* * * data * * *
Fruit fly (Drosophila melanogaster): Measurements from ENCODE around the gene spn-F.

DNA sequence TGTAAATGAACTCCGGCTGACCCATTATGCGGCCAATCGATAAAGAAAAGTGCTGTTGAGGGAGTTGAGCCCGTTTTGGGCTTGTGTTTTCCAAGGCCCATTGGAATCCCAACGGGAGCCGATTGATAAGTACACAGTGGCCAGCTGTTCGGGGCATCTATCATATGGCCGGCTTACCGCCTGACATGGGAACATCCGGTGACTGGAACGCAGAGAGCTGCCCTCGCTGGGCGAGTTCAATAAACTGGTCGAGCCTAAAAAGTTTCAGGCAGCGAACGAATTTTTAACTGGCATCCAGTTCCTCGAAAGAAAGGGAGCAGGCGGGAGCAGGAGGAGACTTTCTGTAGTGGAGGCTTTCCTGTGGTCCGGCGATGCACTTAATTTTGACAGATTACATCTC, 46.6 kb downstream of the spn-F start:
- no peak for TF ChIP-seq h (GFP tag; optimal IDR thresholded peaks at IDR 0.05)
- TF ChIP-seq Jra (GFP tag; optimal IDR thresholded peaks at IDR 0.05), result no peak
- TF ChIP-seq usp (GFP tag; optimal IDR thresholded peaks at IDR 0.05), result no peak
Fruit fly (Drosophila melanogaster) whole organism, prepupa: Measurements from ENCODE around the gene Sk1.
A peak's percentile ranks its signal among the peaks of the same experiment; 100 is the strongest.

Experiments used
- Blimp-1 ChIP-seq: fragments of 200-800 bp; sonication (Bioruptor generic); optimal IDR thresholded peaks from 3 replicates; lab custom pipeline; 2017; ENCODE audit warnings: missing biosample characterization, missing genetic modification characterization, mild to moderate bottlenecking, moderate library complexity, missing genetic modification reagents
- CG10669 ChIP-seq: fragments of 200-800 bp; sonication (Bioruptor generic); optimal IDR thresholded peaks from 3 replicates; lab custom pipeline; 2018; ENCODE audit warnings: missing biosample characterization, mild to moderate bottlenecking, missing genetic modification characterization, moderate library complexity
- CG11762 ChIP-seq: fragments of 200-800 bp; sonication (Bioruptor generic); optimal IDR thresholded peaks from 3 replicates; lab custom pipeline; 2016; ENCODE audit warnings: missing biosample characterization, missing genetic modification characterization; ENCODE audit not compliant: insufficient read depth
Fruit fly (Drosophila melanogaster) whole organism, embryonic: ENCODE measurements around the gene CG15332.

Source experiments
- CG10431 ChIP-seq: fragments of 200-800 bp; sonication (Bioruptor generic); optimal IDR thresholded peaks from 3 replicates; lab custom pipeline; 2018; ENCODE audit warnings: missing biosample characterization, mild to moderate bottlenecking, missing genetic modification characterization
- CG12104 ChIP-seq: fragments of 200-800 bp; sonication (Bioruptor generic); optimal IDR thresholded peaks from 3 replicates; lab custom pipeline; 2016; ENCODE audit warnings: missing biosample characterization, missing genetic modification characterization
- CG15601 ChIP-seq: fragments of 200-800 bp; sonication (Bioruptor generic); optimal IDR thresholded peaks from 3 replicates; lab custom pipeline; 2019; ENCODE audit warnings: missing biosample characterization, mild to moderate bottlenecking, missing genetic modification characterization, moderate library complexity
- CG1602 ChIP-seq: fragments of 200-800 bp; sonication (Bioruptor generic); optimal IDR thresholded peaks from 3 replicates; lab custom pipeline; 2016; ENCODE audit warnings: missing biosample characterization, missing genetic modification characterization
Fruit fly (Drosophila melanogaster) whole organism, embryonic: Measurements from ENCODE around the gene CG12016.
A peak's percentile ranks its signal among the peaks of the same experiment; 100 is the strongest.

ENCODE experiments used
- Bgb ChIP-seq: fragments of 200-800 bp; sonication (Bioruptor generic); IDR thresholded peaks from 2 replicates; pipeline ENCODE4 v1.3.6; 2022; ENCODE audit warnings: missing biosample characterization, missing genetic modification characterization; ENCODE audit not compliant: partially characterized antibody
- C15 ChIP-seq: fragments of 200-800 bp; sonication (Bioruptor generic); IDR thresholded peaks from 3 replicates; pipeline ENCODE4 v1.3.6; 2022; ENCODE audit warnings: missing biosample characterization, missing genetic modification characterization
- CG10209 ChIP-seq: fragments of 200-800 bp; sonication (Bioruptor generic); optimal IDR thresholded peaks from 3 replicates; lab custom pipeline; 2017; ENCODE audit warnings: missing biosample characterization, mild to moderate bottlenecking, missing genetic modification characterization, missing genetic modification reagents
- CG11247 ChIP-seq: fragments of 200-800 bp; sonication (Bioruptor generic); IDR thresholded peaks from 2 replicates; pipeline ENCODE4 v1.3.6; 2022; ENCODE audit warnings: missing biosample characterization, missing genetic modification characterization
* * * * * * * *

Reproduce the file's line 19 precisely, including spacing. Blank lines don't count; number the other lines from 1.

A peak's percentile ranks its signal among the peaks of the same experiment; 100 is the strongest.